Search Videos by Topic or Participant
Browse by Series:

Case Study: Selecting a Tyrosine Kinase Inhibitor in CML

Panelists:Jorge E. Cortes, MD, University of Texas MD Anderson Cancer Center; Harry P. Erba, MD, PhD, University of Alabama; Kevin Kelly, MD, PhD, University of Southern California; Javier Pinilla-Ibarz, MD, PhD, Moffitt Cancer Center; David S. Snyder, MD, FACP, City of Hope
Published: Friday, Apr 01, 2016


Transcript:

Jorge Cortes, MD:
Let me go through a case, and put this discussion into practice, just to get your opinion on how you would manage this patient. So let’s say we have a 52-year-old gentleman: he has just a little fatigue, a little weight loss, and some night sweats, and is checked by his primary care physician. He is found to have a high white cell count, let’s say around 200,000. The patient is anemic; may have a hemoglobin of around 7, 7.5; platelets elevated to 720. The differential has 14% basophiles, 9% blasts. You examine the patient; he has splenomegaly. You do the bone marrow biopsy and you confirm that the patient has the Philadelphia chromosome, but no other chromosomal abnormalities. Let me propose that the patient has some comorbidities—hypertension, hyperlipidemia, history of coronary artery disease. I’m sure you’ve done the math very quickly in your mind, but if not, the patient has a high-risk Sokal score of 2.82 and no other abnormalities in the liver, kidney, or anything else. EKG shows nothing special, QTc 420, let’s say. So, Kevin, how would you approach this gentleman with newly diagnosed CML, chronic phase, high-risk Sokal score, and some comorbidities? What would you do?

Kevin Kelly, MD, PhD: Well, there are a few thoughts going through my head. This is definitely a patient with high-risk disease. We would like to give him the best outcomes to prevent progression to accelerated or blast phase disease. So, in that sense, we would like to consider a second-generation tyrosine kinase inhibitor (TKI). I am a little bit concerned about the coronary artery disease and the risk of cardiovascular events in this patient, so I would want to make sure that all those cardiovascular risk factors are optimized before starting a patient on a second-generation TKIs, which have slightly more cardiovascular risks than imatinib. So, if we could feel comfortable that those risk factors are optimized, then we could consider a second-generation TKI for this patient. But certainly there will be a sit down with the patient and the family, and discussing the pros and cons of different approaches. I think from the QTc point of view and electrolytes, we’re good there; so that’s important to make sure that they are optimized before starting a patient on a second-generation TKI, in particular.

Jorge Cortes, MD: So let me put you in the spotlight. What prescription are you going to write?

Kevin Kelly, MD, PhD: I would be between nilotinib and dasatinib.

Javier Pinilla-Ibarz, MD, PhD: But he’s putting you in the spotlight.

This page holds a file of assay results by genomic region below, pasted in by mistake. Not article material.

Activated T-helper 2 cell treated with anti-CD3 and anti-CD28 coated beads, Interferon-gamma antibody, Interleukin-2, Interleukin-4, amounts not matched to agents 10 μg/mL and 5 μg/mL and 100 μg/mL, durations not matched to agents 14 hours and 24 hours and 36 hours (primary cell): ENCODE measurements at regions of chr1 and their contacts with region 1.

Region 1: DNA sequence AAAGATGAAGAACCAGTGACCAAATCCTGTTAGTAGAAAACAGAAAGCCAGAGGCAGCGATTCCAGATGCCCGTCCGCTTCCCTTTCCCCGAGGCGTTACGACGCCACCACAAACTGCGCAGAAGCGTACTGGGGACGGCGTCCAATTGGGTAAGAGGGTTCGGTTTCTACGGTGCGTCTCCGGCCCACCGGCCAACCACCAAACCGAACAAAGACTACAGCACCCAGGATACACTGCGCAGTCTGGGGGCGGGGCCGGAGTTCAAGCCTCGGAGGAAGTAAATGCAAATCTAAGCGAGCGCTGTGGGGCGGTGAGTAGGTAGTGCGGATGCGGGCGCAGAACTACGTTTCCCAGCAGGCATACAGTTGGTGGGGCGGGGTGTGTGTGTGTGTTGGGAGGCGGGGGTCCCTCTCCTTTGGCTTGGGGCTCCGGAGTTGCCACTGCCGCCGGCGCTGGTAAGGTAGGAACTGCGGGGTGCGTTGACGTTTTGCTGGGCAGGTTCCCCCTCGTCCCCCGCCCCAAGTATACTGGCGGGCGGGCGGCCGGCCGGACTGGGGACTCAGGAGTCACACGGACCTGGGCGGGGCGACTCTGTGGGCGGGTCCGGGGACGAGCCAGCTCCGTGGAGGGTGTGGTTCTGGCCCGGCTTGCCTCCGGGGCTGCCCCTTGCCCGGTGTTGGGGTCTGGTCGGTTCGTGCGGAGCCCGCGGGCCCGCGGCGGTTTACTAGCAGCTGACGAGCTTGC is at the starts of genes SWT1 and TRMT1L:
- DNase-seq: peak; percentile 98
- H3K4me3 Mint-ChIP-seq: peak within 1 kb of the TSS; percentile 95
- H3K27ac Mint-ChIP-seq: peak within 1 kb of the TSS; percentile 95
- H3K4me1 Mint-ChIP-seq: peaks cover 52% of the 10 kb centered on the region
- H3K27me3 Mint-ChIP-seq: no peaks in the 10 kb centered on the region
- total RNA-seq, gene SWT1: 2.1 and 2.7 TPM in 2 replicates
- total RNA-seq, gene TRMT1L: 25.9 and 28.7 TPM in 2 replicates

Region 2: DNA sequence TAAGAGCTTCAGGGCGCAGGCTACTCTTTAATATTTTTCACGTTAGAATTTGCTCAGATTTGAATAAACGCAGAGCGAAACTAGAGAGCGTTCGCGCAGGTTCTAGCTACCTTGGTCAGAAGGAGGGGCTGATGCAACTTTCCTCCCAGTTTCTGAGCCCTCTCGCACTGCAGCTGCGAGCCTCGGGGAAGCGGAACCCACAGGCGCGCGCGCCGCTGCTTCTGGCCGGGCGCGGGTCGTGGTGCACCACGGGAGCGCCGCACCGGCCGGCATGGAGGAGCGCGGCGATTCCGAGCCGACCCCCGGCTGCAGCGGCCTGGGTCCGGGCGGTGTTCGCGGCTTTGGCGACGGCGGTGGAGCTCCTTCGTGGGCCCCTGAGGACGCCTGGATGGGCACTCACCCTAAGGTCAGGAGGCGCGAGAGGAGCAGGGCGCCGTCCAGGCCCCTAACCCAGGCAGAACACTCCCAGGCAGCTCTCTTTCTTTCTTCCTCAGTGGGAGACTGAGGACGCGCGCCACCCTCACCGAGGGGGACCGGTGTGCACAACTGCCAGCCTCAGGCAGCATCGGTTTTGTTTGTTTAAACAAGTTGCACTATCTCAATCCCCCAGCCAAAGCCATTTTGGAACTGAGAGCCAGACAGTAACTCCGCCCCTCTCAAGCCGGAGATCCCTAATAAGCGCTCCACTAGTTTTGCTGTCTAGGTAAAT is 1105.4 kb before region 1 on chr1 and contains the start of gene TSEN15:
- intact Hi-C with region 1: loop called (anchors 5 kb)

Kevin Kelly, MD, PhD: One or the other? I think the data for second-generation TKIs, from the ENESTnd study, is very convincing in terms of prevention of progression to accelerated or blast phase disease, so I would go with nilotinib.

Jorge Cortes, MD: You will go with nilotinib. Javier, what do you do?

Javier Pinilla-Ibarz, MD, PhD: I will go with dasatinib, but the only reason I will in this case is because a 52-year-old may have a more active life, may be working. And in this point of view, I definitely consider and I do exactly the same thing that Kevin do. I really go through, back and forth, on all the side effects. But people at this age, I find, may have better adherence but like the more convenient way to do it. I fully agree that we’re really concerned about the cardiovascular events. And in this case it was not a reason not to go to nilotinib, which I think is fine. I am not really scared away from the cardiovascular events. But in this kind of patient who is of younger age, I may try to [determine what they really prefer.]

Jorge Cortes, MD: So considering the risk features for arterial thrombotic events, anybody, David or Harry, would go with imatinib? I’m not asking whether anybody thinks imatinib is inappropriate. But just, would anybody say, ‘That’s my first choice’?

David Snyder, MD, FACP: No. Based on the Sokal high risk, I would go through the difficult risk-benefit ratios of the various second-generation options. I tend to lean towards nilotinib, but I would want to be sure that the cardiovascular risks are well controlled. But I would not use imatinib.

Harry Erba, MD, PhD: I completely agree with what people have said about the cardiovascular risk factors—hypertension, hyperlipidemia, and coronary artery disease. In the DASISION trial and in ENESTnd trial, they excluded patients with some cardiac comorbidities, but these were very well defined: unstable angina, a recent myocardial infarction, QT prolongation, and bundle branch blocks where you can’t measure the QT—very specific. They didn’t exclude patients who had these risk factors. Now, it’s true that in both of those studies—it was amazing to me how similar they were—the risk of cardiovascular events, arterial occlusive events, was about 2% with imatinib and was about 5% at five years with both nilotinib and dasatinib in two separate well-done studies. It wasn’t zero with any of the drugs, including imatinib. And so I always think about the patient in front of me. Yes, I might have a slightly higher risk of cardiovascular events, but when you look at those patients in both studies, they had very poorly controlled cardiovascular risk factors. So one thing we’ve said today is it’s very important to partner with a good internist to manage those things. I often check these things, hemoglobin A1C and lipid profiles, once a year, not because I know what to do with these things anymore, but I know how to find a good internist [who does]. Have you seen all the drugs for diabetes? It is incredible.